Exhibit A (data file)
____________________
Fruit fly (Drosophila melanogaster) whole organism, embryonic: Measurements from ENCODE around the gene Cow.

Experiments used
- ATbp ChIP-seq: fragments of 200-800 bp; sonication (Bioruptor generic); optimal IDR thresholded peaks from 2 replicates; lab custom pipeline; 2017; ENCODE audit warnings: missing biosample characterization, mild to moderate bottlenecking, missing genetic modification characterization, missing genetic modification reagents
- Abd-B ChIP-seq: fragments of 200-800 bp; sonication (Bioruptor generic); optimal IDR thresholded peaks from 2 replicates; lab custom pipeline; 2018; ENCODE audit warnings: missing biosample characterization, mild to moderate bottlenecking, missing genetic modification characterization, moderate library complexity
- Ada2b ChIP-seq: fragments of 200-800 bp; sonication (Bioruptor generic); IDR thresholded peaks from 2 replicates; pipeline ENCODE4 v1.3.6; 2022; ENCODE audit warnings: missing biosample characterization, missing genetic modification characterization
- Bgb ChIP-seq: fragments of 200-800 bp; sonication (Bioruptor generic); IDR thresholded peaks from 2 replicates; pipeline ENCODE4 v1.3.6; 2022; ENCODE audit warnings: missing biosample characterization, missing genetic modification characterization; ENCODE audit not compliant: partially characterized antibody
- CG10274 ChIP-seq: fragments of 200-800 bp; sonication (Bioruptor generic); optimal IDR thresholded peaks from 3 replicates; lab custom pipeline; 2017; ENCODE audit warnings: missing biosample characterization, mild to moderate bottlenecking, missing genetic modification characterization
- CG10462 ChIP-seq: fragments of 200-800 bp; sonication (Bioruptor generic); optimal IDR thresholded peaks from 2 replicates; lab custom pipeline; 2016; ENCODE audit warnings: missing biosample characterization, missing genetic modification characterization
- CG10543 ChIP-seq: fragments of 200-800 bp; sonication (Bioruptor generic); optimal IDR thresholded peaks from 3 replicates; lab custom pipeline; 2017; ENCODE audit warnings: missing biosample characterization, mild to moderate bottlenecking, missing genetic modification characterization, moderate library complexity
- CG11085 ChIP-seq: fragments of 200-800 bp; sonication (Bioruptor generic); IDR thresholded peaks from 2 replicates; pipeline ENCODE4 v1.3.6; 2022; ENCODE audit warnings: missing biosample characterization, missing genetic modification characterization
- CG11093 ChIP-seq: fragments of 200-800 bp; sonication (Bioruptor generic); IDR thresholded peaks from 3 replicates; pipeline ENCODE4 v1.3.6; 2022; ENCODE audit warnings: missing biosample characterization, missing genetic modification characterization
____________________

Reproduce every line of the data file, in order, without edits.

Fruit fly (Drosophila melanogaster) whole organism, embryonic: Measurements from ENCODE around the gene Cow.

Experiments used
- ATbp ChIP-seq: fragments of 200-800 bp; sonication (Bioruptor generic); optimal IDR thresholded peaks from 2 replicates; lab custom pipeline; 2017; ENCODE audit warnings: missing biosample characterization, mild to moderate bottlenecking, missing genetic modification characterization, missing genetic modification reagents
- Abd-B ChIP-seq: fragments of 200-800 bp; sonication (Bioruptor generic); optimal IDR thresholded peaks from 2 replicates; lab custom pipeline; 2018; ENCODE audit warnings: missing biosample characterization, mild to moderate bottlenecking, missing genetic modification characterization, moderate library complexity
- Ada2b ChIP-seq: fragments of 200-800 bp; sonication (Bioruptor generic); IDR thresholded peaks from 2 replicates; pipeline ENCODE4 v1.3.6; 2022; ENCODE audit warnings: missing biosample characterization, missing genetic modification characterization
- Bgb ChIP-seq: fragments of 200-800 bp; sonication (Bioruptor generic); IDR thresholded peaks from 2 replicates; pipeline ENCODE4 v1.3.6; 2022; ENCODE audit warnings: missing biosample characterization, missing genetic modification characterization; ENCODE audit not compliant: partially characterized antibody
- CG10274 ChIP-seq: fragments of 200-800 bp; sonication (Bioruptor generic); optimal IDR thresholded peaks from 3 replicates; lab custom pipeline; 2017; ENCODE audit warnings: missing biosample characterization, mild to moderate bottlenecking, missing genetic modification characterization
- CG10462 ChIP-seq: fragments of 200-800 bp; sonication (Bioruptor generic); optimal IDR thresholded peaks from 2 replicates; lab custom pipeline; 2016; ENCODE audit warnings: missing biosample characterization, missing genetic modification characterization
- CG10543 ChIP-seq: fragments of 200-800 bp; sonication (Bioruptor generic); optimal IDR thresholded peaks from 3 replicates; lab custom pipeline; 2017; ENCODE audit warnings: missing biosample characterization, mild to moderate bottlenecking, missing genetic modification characterization, moderate library complexity
- CG11085 ChIP-seq: fragments of 200-800 bp; sonication (Bioruptor generic); IDR thresholded peaks from 2 replicates; pipeline ENCODE4 v1.3.6; 2022; ENCODE audit warnings: missing biosample characterization, missing genetic modification characterization
- CG11093 ChIP-seq: fragments of 200-800 bp; sonication (Bioruptor generic); IDR thresholded peaks from 3 replicates; pipeline ENCODE4 v1.3.6; 2022; ENCODE audit warnings: missing biosample characterization, missing genetic modification characterization